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People with masculine characteristics are seen as better at their work than people with a feminine appearance

A square jaw, strong eyebrows, thin lips and a wider nose are seen as signs of talent and competence, a new study has found.

The characteristics, associated with elevated levels of the male hormone testosterone, are seen as assertive and markers of virility that indicate professional prowess.

The public was asked to judge images on the basis of a set of criteria, whereby men scored higher on competence than women.

Experts say their research points to the prejudices that women have ingrained in society that women encounter every day.

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Elevated levels of testosterone - the male hormone - creates a square jaw, strong eyebrows, thin lips and a wider nose. All these functions are seen as assertive and markers of virility

Elevated levels of testosterone – the male hormone – creates a square jaw, strong eyebrows, thin lips and a wider nose. All these functions are seen as assertive and markers of virility

First author Dr. DongWon Oh, from Princeton University, said: “Our research sheds light on the harmful bias in the way we perceive others.

“We judge male people as competent – a judgment that can influence our leadership choices.”

High levels of testosterone lead to the ultra-masculine appearance of George Clooney or Idris Elba, while less of the hormone produces the softer characteristics of Leonardo DiCaprio or Brad Pitt.

Elevated testosterone levels were found to be directly correlated with perceived competence in men.

However, the same trait among women created the opinion that they were “inefficient.”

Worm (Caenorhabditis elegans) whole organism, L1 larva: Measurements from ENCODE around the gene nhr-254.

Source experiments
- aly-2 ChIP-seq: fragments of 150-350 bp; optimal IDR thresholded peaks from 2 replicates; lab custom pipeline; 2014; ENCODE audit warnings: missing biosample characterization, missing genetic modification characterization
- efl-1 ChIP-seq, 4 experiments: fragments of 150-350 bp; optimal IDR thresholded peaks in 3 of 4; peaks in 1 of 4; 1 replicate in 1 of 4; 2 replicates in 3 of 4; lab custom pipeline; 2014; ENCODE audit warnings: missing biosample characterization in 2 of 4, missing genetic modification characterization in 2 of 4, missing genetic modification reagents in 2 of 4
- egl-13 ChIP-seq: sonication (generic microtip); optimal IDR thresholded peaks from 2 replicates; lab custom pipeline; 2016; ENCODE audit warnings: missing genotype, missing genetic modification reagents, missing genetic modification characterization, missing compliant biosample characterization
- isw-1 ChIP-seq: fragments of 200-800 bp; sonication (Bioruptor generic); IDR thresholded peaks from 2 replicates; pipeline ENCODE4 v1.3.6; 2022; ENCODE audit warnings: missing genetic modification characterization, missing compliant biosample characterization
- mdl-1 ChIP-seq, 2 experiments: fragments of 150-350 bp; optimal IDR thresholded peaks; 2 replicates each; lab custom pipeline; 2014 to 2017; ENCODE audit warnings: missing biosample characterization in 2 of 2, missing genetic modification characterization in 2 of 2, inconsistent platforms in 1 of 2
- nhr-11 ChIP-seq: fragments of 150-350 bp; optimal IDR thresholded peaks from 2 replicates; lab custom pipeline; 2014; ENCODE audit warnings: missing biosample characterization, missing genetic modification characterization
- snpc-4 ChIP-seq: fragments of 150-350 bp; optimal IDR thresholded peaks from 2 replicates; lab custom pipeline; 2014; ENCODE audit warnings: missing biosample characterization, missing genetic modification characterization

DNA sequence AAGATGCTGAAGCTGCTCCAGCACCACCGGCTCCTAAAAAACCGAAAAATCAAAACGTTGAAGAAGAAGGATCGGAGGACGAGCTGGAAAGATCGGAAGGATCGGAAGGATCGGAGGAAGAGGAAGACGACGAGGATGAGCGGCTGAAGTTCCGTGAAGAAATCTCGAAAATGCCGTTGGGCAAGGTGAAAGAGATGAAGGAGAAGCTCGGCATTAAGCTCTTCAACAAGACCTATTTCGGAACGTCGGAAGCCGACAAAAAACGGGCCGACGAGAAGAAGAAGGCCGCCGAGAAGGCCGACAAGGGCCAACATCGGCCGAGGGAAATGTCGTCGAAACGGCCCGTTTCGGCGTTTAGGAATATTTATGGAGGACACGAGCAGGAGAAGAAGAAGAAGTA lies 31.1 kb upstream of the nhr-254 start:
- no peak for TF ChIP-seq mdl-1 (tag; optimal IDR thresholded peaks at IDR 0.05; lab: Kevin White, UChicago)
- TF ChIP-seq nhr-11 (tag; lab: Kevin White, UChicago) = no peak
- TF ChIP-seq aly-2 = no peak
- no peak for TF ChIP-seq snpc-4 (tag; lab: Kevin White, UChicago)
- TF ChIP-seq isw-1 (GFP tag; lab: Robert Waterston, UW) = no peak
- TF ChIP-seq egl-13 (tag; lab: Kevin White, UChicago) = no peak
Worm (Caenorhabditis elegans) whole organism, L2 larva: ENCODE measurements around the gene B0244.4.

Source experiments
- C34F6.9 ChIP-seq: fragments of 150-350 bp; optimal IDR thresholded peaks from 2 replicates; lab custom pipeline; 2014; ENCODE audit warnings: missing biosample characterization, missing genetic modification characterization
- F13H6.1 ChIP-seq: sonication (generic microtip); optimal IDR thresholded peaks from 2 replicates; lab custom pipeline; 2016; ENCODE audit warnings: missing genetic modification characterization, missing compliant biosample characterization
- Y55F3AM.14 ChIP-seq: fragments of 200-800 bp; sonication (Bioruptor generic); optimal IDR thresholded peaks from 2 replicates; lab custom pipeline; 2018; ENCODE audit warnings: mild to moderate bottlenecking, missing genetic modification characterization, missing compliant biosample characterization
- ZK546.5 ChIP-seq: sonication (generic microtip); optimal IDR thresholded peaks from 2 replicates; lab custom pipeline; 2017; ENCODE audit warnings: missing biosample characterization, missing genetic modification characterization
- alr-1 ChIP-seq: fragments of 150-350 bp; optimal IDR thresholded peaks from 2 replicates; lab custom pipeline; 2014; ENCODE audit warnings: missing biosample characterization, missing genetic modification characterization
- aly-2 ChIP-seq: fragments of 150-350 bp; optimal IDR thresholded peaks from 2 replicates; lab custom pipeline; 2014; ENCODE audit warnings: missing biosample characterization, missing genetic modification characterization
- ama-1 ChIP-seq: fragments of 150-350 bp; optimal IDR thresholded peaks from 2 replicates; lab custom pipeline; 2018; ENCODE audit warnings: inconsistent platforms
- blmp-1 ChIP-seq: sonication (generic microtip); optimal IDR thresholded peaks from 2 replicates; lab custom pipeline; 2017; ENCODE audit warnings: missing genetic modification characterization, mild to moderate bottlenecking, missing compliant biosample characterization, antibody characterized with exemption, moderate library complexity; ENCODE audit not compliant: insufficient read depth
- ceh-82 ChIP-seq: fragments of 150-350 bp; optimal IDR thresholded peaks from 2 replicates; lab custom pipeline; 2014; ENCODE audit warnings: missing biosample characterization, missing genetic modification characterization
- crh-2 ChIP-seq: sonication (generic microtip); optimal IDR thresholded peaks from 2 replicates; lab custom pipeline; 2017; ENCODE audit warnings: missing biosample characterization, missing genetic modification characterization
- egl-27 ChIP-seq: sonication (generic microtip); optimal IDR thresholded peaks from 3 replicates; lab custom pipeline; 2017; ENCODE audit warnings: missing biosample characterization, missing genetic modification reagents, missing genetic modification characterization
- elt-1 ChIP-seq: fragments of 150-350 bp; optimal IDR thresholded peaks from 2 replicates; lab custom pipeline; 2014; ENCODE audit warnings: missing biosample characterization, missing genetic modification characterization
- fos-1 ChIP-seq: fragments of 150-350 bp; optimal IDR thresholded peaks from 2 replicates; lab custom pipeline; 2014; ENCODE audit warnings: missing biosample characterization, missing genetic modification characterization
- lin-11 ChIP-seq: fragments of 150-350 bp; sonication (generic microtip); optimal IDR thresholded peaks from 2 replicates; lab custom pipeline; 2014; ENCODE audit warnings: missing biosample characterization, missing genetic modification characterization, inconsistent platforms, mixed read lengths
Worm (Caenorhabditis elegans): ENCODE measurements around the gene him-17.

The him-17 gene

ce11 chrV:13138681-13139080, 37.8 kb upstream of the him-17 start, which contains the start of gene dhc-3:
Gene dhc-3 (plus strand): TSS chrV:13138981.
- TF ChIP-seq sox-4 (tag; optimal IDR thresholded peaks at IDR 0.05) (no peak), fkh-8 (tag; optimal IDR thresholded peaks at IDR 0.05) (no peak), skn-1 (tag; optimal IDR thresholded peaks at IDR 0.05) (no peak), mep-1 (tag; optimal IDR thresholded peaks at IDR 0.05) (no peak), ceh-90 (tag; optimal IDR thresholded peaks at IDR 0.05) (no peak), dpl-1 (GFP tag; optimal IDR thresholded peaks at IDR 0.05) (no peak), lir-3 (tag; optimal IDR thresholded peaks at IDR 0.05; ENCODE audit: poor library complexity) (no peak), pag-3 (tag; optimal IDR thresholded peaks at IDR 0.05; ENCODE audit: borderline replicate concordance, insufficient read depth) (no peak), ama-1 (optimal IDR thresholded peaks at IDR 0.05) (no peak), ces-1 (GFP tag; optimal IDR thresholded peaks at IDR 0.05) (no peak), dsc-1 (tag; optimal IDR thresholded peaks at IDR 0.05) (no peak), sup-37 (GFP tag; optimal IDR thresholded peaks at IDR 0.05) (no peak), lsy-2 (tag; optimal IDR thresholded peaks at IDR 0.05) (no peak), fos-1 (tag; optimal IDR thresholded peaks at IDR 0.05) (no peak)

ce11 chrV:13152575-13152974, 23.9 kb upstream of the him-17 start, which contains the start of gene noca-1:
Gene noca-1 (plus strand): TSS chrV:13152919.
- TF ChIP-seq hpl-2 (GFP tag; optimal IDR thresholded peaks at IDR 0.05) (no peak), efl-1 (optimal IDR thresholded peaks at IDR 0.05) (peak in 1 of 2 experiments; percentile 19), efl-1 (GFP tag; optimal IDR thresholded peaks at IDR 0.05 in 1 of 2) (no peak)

Dr. Oh said this is important because it affects who we choose to lead us and how we see them.

Previous studies have shown, for example, that people with rough jaw lines more often become high-ranking politicians or heads of large companies.

But Dr. Oh said: ‘Problematic, how competent someone is, does not guarantee their actual competence.

“Needless to say, these gender prejudices pose a threat to social justice – creating unfair environments for everyone.”

Members of the general public were asked to rate images of people based on competence and found that people rated someone more competent if they were male and less competent than female

Members of the general public were asked to rate images of people based on competence and found that people rated someone more competent if they were male and less competent than female

Members of the general public were asked to rate images of people based on competence and found that people rated someone more competent if they were male and less competent than female

WHAT IS TESTOSTERONE?

Testosterone is the male sex hormone and is usually made in the testicles, but also in the adrenal glands that are close to the kidneys.

It ensures that the voice becomes deeper, body hair grows and the genitals grow larger during puberty.

In addition to influencing libido and sperm production, it also plays a role in developing strong bones and muscles, and how the body distributes fat.

Women also create small amounts of the hormone in the ovaries and adrenal glands, and it affects their fertility and bones and muscles.

Too high or too low testosterone levels can cause various problems.

Low testosterone in men can cause erection problems, low sex drive, infertility, weakened muscles and bones, fat accumulation and hair loss.